Bioterrorism precautions


Purdue University just created a National Biosecurity Resource Center for Animal Health Emergencies to help avert potential catastrophes to U.S. livestock.

West Lafayette, Ind.-Purdue University just created a NationalBiosecurity Resource Center for Animal Health Emergencies to help avertpotential catastrophes to U.S. livestock.

The center is offering a plethora of information via its Web site,

The information center is a resource for government officials, veterinarians,producers, commodity groups and others interested in learning about goodbiosecurity measures based on scientific research.

One of the center's first activities started this fall when members wentto help evaluate biosecurity measures at Plum Island research facilitiesin New York to guard against any accidental outbreak of foot and mouth disease.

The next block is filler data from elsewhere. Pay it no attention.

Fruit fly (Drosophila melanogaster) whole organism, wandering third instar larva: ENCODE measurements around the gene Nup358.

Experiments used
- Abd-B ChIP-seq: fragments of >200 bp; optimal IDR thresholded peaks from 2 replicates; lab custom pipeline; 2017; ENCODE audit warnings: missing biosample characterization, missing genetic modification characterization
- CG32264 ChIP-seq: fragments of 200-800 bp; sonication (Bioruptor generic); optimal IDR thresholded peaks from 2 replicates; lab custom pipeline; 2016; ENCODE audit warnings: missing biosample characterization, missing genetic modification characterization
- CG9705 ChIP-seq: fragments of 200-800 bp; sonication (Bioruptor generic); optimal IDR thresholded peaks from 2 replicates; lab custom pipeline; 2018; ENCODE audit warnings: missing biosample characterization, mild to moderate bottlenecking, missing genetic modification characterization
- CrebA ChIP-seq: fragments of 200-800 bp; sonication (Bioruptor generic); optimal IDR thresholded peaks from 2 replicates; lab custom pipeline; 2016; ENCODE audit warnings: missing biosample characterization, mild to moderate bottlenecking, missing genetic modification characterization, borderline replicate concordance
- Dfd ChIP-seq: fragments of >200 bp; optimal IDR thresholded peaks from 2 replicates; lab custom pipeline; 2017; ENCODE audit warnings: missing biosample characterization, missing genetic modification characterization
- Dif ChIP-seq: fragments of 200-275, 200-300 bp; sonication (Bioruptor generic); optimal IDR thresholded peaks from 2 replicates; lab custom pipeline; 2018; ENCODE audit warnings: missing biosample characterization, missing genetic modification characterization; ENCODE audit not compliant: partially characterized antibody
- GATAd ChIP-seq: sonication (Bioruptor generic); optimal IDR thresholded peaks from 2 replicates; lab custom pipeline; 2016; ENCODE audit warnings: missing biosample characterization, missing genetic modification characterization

"Disease prevention is a big key in maintaining a secure livestockindustry," says Dr. Sandy Amass, assistant professor of veterinaryclinical sciences and center director. "There is a lot of dogma outthere. Producers follow procedures they've done for years without knowingwhether or not they really work."

Amass says one example of a flawed precautionary measure is the widelyperformed ritual of stepping through boot baths. "Boot baths are consideredthe gold standard for preventing the spread of diseases, but you could probablystand in one for 50 years and it still would not properly disinfect,"she says.

Research concludes that scrubbing manure off boots and then soaking themin disinfectant or using plastic disposable boots for short visits weremuch more effective measures.

In the event of a real animal-health emergency, the Web site is designedto be a readily available resource on proper handling measures, the universityreports.

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